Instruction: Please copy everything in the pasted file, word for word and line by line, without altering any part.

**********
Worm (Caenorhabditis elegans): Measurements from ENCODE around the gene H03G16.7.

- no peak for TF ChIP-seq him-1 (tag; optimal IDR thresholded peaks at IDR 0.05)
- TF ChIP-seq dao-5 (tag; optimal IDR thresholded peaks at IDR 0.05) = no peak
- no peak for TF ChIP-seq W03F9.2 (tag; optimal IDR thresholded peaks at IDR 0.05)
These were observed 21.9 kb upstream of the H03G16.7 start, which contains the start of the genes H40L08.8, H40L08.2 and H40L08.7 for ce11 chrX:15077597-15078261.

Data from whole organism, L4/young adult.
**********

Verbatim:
Worm (Caenorhabditis elegans): Measurements from ENCODE around the gene H03G16.7.

- no peak for TF ChIP-seq him-1 (tag; optimal IDR thresholded peaks at IDR 0.05)
- TF ChIP-seq dao-5 (tag; optimal IDR thresholded peaks at IDR 0.05) = no peak
- no peak for TF ChIP-seq W03F9.2 (tag; optimal IDR thresholded peaks at IDR 0.05)
These were observed 21.9 kb upstream of the H03G16.7 start, which contains the start of the genes H40L08.8, H40L08.2 and H40L08.7 for ce11 chrX:15077597-15078261.

Data from whole organism, L4/young adult.